Cantrips have some powerful effects. Casters need less magic items to still be very effective. The rogues and warriors are the ones who take the hit cause they rely on magic items or others to be effective.

    Another possibility is for plot to put out more scrolls and less items.

    Back on topic though, I agree Formal needs simplified and perhaps more people would give it a shot.

  4. I saw an interesting approach in an Accelerant game. If you're creating an item, you actually need to summon a magical spirit. Item creation involves communicating with that spirit for a period of time. You give it your components, and it may send you on a quest related to that item's purpose. For example if you're creating a lizard man slaying sword, it'll send you on a mission to kill lizard men, basically giving the sword a taste of that creature's blood. Whether the item works properly or is flawed has to do with how you interact with the spirit and how well you do on that quest.

    Essentially, they've made the formal marshal into an NPC who actually observes the ritual. The spirit is probably more impressed if you do "wizardy" things like burning candles and incense, chanting in arcane tongues, wiggling your fingers, etc.

  5. The problem as I see it is that there are two major movements that are a bit counter to one another. On one hand, you have those wanting to pull the OOG-ness out of formals and remove staff burden as much as possible. On the other, you have those wanting to make formals more interesting and appealing.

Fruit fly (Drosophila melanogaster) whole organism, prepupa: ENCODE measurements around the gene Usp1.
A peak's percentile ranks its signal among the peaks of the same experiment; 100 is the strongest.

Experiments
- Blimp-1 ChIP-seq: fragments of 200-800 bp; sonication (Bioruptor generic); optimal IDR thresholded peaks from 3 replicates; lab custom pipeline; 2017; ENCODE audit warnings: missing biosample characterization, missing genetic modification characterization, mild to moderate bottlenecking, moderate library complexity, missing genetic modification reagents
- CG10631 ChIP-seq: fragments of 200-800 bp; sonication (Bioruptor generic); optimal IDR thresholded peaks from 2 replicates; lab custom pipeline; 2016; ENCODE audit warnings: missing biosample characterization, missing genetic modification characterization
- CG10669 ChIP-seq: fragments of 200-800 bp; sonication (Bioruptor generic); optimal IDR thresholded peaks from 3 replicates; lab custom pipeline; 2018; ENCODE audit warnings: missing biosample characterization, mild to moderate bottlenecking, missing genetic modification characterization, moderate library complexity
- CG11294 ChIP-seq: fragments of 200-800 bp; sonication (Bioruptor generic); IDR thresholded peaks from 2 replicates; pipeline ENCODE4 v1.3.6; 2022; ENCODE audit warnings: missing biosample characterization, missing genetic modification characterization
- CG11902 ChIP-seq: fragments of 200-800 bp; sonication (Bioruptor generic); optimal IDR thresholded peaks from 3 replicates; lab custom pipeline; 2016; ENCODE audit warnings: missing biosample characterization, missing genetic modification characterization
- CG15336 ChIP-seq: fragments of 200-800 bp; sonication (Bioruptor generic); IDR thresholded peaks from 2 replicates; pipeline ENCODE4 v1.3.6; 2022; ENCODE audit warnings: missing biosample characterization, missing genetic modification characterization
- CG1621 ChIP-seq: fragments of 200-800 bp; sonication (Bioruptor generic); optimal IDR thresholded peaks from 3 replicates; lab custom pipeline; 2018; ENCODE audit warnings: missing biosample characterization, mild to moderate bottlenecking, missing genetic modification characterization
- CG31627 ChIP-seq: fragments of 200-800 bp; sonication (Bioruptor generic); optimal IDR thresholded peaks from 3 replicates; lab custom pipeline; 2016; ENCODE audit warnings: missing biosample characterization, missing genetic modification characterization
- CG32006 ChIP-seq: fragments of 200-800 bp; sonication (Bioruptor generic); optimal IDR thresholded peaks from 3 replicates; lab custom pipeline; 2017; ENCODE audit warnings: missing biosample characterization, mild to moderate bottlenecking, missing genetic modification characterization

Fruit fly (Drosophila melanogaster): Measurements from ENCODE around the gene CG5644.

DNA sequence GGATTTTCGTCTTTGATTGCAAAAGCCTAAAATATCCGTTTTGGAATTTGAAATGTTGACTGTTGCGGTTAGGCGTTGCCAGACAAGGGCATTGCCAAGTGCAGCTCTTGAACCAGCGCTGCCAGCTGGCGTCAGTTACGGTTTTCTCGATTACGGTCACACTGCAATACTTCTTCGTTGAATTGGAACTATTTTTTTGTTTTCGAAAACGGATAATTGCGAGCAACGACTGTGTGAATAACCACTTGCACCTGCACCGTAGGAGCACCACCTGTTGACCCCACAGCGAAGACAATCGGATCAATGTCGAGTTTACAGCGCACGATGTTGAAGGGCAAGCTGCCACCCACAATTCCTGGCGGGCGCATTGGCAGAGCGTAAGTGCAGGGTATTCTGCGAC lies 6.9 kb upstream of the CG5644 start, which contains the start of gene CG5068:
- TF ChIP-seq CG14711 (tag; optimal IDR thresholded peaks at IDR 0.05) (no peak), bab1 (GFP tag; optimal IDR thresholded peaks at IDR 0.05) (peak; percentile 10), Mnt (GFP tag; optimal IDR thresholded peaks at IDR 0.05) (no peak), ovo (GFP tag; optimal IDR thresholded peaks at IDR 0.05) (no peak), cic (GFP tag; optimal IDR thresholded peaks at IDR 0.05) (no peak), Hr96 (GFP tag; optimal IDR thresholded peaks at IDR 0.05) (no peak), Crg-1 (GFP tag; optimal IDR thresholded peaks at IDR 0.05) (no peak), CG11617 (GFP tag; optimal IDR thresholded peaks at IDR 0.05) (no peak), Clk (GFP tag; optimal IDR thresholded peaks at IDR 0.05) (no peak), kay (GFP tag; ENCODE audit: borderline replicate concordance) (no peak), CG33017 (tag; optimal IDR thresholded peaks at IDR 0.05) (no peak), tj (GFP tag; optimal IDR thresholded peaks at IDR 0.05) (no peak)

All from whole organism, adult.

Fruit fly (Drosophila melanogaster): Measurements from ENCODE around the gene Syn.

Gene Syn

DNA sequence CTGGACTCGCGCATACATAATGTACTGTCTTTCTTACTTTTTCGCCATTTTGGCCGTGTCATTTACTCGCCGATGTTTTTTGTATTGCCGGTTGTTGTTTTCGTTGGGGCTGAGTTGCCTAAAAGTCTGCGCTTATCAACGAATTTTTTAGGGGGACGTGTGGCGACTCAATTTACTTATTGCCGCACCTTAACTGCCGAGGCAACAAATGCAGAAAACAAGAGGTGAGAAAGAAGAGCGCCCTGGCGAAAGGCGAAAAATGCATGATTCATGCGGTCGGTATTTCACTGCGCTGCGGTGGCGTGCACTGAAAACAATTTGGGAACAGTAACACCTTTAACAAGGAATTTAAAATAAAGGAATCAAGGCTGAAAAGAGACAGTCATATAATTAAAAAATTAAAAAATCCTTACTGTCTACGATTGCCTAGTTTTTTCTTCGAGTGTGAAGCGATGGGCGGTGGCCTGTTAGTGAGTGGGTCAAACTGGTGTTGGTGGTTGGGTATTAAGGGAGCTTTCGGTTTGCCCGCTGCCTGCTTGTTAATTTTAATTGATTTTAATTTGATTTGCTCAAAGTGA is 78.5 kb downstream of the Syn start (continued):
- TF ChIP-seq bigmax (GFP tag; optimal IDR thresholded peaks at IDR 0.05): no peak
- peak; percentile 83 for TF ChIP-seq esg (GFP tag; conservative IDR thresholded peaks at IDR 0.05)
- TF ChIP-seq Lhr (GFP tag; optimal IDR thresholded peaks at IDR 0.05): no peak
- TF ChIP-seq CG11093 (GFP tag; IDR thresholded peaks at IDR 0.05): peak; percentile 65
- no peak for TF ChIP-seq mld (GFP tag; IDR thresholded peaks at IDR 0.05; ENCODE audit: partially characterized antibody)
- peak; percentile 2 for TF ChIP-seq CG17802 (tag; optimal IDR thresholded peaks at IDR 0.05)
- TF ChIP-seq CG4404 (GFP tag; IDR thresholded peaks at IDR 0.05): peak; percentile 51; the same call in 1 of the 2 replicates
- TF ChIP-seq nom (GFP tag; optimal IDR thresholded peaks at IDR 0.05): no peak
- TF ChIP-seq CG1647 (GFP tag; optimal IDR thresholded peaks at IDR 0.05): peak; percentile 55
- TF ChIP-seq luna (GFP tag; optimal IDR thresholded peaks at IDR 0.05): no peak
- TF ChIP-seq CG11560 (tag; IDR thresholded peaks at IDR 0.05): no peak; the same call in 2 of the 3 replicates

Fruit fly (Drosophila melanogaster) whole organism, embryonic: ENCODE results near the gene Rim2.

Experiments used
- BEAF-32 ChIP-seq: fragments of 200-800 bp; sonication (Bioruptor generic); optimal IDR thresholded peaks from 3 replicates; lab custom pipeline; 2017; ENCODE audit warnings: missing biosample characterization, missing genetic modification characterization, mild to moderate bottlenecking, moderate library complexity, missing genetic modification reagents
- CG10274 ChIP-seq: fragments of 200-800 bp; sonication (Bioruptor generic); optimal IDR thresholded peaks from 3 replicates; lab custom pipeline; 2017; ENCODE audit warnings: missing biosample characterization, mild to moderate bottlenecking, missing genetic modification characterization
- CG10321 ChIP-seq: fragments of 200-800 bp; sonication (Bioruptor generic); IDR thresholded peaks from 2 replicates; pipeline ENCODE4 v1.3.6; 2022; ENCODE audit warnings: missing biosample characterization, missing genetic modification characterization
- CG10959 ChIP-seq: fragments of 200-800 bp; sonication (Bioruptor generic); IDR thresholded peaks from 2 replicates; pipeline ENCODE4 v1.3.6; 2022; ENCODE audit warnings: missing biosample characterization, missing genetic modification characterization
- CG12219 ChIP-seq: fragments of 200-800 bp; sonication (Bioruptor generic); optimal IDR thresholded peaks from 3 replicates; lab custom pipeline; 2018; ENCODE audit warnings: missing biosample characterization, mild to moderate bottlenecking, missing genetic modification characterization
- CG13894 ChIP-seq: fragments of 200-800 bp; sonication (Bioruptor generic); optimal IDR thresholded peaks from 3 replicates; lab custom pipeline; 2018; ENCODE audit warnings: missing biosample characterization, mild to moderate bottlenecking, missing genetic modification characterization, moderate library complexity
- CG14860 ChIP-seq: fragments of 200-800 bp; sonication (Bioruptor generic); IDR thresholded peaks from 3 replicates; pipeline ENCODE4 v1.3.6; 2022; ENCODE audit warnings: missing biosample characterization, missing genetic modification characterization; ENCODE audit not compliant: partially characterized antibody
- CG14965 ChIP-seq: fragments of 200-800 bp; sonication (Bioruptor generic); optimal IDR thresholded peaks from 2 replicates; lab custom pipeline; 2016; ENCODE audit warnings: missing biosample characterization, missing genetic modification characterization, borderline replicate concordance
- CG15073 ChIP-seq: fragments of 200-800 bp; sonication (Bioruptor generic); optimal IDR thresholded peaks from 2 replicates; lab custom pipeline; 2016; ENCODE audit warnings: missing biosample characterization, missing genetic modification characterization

I'll preface this by saying I'm just spit-balling an idea as it's forming. And yes, I know it does have elements of OOG-ness and requiring staff marshaling, but unlike many I don't always see that as a bad thing (many of the marshaled formals like Crimson is describing have been some of my favorite NERO memories, and many of them involved a number of players other than myself as the caster). I'll also freely admit that I'm a bit of a "formal junkie", and have had two characters who almost always cast at least one formal every reset period while they had formal skill.

    I wouldn't do away with the backlash table entirely, but I would change things a bit and go back a bit towards the days of "flaw surfing".

    Have 3 categories for casting:
    5 min autosuccess, player marshaled
    xx min marshaled ritual with "interesting effect" table